All above Information from: India in 1500AD by Anthony Vallavanthara and Voyage of Pedro Alvarez Cabral – William Brooks Greenlee I consider the efforts of Fr Anthony Vallavanthara in providing an English translation after studying at least three versions of the narratives of Joseph, invaluable.
Eventually I came across a short book ‘Kerala Coast The Portuguese contributions’ by PJ Tomy, Retd professor of Kerala Agricultural University. He cleared up the story somewhat with a personal comment. The names were not Idakkela Menon and Parangoda Menon in the first place. They were according to him, Ittikoran and Peringodan, two typical Malayali Nazrani names!! He believed that Ittekkoran and Peringodan were perhaps the local names of Joseph & Mathai. Well quite plausible indeed. So that accounted for two Malabari’s in the ship, out of the total four we started with…or were there four?
But Prof Tomy helped clarify the case somewhat. He also transcribed the following from Padmanabha Menon’s Cochin Manual - about the people who aspired to go to Portugal on the Cabral ship in Jan 1501.
Attracted by information from the persons who returned from Portugal, an ascetic, (Some ascribe as a Brahmin Yogi) approached the friars while at Calicut, and expressed his desire to see Portugal. The friars said that he could be taken only if he embraced Christianity. The Yogi agreed to get baptized. He was baptized as Michael (Miguel) Vaz. It was the first Baptism by the Portuguese in Kerala.
The king of Kochi, pleased with the Portuguese, sent one of his relatives - a Nair youth, with Cabral to Portugal. He carried a letter from the king of Kochi to the king of Portugal written on a gold platter. During the journey the Nair youth studied Portuguese. Cabral presented him before the king in the costume of a Nair soldier. King Emmanuel was very much delighted and provided him a house to stay at Lisbon. The Nair youth desired to get baptized. The King arranged his baptism through Bishop Calcaditha. He was given the name of the king ‘Manuel’. Vasco da Gama and Cabral were his god fathers. Manuel was engaged in the palace of the King of Portugal as an interpreter and also to write letters to the king of Kochi. He was very zealous in religious matters and was a bachelor throughout. When he died, he was given a royal burial in a Cathedral. Manuel had left behind a good fortune. His wealth was divided between the churches and his associates as he had desired in his will. (Kochi Rajya Charithram - Padmanabha Menon, p. 132)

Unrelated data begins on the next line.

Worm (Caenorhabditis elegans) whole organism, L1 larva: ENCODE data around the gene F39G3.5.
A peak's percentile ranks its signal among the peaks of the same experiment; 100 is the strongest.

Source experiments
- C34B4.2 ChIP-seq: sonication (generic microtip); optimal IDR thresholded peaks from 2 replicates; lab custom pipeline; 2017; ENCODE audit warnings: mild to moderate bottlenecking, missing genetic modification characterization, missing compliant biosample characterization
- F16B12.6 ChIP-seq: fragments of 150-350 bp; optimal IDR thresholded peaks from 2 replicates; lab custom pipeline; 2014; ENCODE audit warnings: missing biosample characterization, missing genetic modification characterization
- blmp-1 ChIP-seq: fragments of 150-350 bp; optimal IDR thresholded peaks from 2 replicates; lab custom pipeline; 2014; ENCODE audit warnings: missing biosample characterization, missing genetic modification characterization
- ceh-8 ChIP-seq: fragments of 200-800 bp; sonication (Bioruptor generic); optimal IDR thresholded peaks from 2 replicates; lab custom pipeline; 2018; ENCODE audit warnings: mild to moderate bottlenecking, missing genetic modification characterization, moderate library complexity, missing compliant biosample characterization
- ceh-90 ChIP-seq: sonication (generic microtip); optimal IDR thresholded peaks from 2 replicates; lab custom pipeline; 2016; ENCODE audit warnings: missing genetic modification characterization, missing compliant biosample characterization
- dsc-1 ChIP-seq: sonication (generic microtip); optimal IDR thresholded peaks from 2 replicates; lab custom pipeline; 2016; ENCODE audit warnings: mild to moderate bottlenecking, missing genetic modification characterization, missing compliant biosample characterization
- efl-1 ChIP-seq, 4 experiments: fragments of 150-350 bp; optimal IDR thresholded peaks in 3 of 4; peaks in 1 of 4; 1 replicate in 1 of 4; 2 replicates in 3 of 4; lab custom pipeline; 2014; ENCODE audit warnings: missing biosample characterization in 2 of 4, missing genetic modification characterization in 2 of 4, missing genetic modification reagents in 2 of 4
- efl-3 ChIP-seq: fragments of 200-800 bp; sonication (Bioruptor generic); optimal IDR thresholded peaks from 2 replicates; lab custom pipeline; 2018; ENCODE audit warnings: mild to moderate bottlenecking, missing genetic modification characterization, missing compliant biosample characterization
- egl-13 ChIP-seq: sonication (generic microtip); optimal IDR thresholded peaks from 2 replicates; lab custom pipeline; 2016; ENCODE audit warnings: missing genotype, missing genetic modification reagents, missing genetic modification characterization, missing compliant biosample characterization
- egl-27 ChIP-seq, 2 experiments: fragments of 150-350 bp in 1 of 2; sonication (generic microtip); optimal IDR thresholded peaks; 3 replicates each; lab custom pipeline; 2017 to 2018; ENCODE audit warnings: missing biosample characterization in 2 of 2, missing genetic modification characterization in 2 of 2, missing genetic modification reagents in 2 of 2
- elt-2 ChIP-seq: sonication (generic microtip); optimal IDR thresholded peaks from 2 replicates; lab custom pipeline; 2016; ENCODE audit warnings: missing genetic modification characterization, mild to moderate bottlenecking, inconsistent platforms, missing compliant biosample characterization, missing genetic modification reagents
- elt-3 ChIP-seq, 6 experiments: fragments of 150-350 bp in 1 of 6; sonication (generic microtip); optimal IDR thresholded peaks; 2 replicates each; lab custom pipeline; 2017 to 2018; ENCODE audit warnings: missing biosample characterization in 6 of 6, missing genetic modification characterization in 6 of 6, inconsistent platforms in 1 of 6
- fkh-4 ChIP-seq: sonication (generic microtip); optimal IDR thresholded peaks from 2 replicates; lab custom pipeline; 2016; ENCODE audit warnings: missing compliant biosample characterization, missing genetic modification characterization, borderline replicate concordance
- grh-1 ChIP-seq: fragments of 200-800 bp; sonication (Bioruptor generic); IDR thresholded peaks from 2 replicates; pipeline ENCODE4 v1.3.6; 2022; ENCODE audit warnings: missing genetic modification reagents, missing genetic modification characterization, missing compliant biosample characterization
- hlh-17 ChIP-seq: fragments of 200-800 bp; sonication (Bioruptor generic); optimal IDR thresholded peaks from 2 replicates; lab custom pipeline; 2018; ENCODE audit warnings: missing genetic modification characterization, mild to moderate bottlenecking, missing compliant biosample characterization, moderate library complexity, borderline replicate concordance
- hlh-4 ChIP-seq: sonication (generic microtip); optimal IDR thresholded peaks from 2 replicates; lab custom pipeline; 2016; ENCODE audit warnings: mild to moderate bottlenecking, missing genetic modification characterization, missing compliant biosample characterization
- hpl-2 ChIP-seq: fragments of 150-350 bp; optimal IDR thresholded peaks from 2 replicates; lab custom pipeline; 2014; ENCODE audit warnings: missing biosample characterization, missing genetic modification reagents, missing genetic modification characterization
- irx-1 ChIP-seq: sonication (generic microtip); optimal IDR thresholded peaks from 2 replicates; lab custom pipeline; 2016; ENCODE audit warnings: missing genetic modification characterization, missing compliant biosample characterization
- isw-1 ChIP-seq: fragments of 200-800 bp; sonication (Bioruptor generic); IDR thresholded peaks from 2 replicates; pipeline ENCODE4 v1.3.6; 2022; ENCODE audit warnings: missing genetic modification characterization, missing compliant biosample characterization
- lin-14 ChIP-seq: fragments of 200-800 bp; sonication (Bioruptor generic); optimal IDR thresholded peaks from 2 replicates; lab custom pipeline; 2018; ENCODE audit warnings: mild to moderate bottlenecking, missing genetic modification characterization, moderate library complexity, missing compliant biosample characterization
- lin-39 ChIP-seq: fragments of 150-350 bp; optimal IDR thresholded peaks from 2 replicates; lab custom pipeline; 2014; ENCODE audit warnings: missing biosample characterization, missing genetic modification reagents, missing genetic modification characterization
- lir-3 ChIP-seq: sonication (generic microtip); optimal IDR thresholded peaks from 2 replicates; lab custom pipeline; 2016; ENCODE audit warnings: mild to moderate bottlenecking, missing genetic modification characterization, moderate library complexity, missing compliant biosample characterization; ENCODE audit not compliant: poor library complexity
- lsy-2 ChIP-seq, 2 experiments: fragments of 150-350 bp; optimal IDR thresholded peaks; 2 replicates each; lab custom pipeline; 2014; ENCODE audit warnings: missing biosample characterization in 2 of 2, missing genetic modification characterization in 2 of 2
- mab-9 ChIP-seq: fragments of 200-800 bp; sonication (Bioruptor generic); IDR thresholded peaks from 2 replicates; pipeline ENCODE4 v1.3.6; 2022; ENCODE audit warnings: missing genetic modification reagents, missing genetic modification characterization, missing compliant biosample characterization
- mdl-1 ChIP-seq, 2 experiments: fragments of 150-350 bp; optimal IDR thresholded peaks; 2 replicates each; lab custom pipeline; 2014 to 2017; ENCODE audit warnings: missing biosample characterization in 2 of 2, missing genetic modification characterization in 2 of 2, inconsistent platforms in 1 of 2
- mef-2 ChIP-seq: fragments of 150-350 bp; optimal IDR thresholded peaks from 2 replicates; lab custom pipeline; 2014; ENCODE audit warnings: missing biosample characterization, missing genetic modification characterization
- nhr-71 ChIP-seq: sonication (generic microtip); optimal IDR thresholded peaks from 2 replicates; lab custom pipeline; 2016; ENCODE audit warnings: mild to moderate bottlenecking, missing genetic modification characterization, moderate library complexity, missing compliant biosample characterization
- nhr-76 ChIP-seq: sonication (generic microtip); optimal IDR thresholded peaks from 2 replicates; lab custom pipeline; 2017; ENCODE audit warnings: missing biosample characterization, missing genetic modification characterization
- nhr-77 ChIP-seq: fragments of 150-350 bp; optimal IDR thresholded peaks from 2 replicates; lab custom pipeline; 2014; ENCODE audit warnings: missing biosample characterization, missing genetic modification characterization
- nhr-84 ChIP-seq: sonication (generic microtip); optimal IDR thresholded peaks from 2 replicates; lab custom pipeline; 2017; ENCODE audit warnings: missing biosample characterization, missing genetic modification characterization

CP Achyuta Menon in the Cochin state Manual (p.79) states the following based on the MS translation of Gaspar Correa’s Lendas da India thereby corroborating Padmanabha Menon – There was a Nair youth as well, on the ship. He became friendly with King Emmanuel while at Lisbon and later became a Christian. A house was presented to him and he received a handsome pension. He lived like a Fidalgo and used to conduct correspondence with the King of Cochin regularly. He died in Portugal and was by the kings order honorably buried in the Cathedral of Evora, his wealth being divided between they churches and his servants as provided in his will.